On Monday afternoon, the Binghamton Athletics Department welcomed former Olympic marathon champion Joan Benoit Samuelson as the featured speaker at the 14th Annual Celebrating Women’s Athletics Luncheon.

Benoit Samuelson was the first ever women’s Olympic marathon champion, taking the gold medal at the 1984 Summer Olympics in Los Angeles. Additionally, she won the Boston Marathon in 1979 and 1983, setting a record time for women in 1983 that held for 28 years.

“I’ve seen a lot of banquets for both men and women at the university level,” Benoit Samuelson said. “But to break out the women individually I think is something very special. And I think there should be more of these events because if you look at the history of sport, women really didn’t have the opportunities until 1972, and then it took a while for those Title IX scholarships to kick in.”

The first Celebrating Women’s Athletics Luncheon was held in 2006, with 75 attendees. The event has developed into one of the athletic department’s largest fundraisers. This year’s 780 attendees represented the highest total in the luncheon’s 14-year history.

“I was really impressed with the turnout and the young student-athletes coming from surrounding neighboring schools,” Benoit Samuelson said. “The middle school athletes, the high school athletes, the Binghamton [University] athletes, the support from the community, the alums. It was a hard group [to] address because there were so many different cohorts of people, […] but a very enthusiastic environment.”

During her speech, Benoit Samuelson emphasized to the athletes in attendance the importance of devotion.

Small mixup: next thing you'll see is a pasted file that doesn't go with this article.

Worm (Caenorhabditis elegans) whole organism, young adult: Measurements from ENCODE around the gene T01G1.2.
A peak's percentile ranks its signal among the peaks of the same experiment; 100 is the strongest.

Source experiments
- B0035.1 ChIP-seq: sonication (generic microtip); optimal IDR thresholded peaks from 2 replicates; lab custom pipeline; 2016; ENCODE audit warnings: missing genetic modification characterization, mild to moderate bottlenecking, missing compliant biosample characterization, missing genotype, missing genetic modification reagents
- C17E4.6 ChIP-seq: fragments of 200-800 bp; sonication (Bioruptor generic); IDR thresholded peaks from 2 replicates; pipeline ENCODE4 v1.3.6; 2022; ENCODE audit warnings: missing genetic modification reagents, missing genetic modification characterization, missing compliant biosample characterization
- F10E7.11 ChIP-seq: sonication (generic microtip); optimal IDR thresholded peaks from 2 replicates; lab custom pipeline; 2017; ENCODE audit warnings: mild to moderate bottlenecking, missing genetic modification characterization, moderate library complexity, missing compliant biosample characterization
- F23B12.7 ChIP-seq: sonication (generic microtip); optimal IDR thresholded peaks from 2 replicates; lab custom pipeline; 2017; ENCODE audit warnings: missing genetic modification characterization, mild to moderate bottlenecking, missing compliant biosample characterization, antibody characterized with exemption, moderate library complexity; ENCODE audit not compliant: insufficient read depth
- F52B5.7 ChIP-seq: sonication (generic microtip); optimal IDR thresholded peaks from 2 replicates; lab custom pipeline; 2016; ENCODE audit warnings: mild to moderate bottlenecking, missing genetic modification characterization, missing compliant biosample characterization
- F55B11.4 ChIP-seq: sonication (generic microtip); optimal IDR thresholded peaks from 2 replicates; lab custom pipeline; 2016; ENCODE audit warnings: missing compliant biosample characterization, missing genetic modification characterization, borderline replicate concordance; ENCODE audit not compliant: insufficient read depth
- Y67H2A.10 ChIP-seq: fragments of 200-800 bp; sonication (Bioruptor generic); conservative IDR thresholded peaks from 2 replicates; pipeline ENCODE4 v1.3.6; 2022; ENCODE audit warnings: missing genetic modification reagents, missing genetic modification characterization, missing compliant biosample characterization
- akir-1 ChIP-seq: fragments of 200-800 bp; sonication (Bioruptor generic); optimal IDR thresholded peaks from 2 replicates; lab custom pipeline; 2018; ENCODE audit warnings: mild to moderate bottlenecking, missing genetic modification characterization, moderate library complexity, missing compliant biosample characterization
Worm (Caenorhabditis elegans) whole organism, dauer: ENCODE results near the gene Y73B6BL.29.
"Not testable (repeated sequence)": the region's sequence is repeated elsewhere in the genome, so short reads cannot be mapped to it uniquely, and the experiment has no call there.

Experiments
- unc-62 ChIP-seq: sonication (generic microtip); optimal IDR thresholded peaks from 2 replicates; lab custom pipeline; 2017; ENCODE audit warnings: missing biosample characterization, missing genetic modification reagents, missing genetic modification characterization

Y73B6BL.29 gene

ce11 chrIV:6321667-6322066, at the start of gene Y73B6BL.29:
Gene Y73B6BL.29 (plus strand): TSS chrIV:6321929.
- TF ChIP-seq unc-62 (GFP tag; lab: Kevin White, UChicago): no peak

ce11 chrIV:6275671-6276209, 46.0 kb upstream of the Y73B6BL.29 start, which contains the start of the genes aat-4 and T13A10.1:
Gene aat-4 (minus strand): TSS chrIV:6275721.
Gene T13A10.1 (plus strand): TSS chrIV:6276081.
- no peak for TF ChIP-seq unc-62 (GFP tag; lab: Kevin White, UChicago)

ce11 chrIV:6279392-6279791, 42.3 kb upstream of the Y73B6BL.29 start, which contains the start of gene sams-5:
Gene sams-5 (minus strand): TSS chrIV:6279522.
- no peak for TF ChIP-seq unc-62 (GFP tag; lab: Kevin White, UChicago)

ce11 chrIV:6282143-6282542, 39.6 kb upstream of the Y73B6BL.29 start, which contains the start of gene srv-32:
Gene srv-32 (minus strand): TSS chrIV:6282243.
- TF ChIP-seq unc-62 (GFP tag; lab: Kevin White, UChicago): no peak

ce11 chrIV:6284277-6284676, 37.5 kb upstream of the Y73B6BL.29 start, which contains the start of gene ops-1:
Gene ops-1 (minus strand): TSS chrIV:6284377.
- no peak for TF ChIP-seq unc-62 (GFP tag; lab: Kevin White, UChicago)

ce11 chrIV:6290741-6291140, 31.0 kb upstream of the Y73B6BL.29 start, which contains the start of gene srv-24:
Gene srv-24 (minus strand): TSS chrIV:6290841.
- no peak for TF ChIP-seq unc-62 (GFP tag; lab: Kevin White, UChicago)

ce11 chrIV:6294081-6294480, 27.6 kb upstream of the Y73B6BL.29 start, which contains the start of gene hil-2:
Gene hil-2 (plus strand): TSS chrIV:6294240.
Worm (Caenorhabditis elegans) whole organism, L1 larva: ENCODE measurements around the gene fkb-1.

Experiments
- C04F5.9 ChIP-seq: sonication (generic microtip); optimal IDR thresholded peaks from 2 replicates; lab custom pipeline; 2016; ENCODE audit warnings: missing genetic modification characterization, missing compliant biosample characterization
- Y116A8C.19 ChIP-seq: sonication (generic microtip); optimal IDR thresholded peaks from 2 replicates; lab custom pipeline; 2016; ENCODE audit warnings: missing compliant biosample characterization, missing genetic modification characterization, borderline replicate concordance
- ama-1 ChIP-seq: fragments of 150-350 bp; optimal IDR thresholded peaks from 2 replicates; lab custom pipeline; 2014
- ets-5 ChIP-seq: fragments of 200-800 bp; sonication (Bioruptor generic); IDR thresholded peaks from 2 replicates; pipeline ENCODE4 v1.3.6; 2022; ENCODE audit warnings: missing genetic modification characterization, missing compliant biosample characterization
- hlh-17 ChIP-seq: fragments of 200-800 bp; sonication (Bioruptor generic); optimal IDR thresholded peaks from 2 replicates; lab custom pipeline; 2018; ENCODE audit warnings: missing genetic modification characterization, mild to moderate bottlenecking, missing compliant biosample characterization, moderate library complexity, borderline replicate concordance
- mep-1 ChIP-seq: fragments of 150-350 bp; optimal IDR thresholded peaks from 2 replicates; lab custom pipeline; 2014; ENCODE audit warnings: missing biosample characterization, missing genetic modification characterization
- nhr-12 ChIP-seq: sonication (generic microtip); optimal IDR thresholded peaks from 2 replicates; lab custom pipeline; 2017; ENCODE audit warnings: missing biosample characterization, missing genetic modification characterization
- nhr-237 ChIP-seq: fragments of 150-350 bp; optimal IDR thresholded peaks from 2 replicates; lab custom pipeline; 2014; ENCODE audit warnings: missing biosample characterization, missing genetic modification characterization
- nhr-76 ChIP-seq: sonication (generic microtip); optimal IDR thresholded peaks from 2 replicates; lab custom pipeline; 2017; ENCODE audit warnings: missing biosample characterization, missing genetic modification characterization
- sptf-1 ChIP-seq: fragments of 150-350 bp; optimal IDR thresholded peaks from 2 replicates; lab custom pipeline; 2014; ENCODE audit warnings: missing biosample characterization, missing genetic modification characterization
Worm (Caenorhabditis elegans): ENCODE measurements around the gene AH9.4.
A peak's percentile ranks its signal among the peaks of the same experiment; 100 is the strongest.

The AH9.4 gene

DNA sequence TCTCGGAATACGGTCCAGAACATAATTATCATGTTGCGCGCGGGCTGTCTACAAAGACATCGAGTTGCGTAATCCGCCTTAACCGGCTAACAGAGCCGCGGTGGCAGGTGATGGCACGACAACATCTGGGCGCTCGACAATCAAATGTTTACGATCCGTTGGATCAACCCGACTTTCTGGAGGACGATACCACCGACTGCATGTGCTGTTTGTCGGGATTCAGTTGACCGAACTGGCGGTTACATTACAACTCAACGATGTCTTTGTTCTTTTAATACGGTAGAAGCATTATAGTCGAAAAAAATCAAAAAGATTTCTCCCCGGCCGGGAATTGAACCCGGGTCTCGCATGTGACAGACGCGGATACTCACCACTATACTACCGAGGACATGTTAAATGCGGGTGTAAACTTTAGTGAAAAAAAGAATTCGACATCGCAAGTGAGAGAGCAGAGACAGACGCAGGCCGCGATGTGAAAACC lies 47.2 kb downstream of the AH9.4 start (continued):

“Follow their hearts and dreams,” Benoit Samuelson said. “Dreams can come true as long as you’re willing to work hard enough to fulfill those dreams, and if you have a work ethic and a passion, anything’s possible.”

Another major theme was the significantly improved culture surrounding women’s athletics that exists today, as opposed to when she was young.

“I grew up being told that if a woman ran any longer than a mile, she’d do bodily harm and never bear children,” Benoit Samuelson said. “Well, two children later and 150,000 miles later, I’m still running and loving it as much as I did when I took my first two steps.”

Other speakers from the event’s illustrious history include former United States women’s soccer midfielder Shannon Boxx, Women’s Basketball Hall of Fame inductee Rebecca Lobo and former softball Olympian and current ESPN baseball analyst Jessica Mendoza.

The luncheon was not the only event Benoit Samuelson took part in during her visit to Binghamton. At 7:30 a.m. Monday morning, she joined BU President Harvey Stenger for a run around campus, along with members of Binghamton’s track and field and cross country teams. Open to the public, attendees included BU alumni and staff members, among others.

This year’s event raised over $50,000 to support the Binghamton Bearcats Athletic Association Women’s Scholarship Fund. Senior outside hitter Erin Shultz, a four-year starter on the Binghamton volleyball team, is one of 10 recipients of this year’s scholarship. Shultz was selected as this luncheon’s student speaker.

“This is a phenomenal event,” Shultz said. “We love hosting it every year at Binghamton University. It does a lot for women’s athletics and the scholarship funds that they provide.”

In her speech, Shultz stressed a similar message as Benoit Samuelson.

“Don’t put your identity in the things that you do,” Shultz said. “I think sometimes as an athlete or even as [a] perfectionist, if you’re in academics, whatever, you might want to put your identity in that. But just chase your dreams.”

The overarching theme from both speakers was that in today’s day and age, with hard work, anything is possible for female athletes.

“The road isn’t always easy,” Benoit Samuelson said. “But as long as there’s passion, there’s fire. And with fire, you can ignite anything in the world.”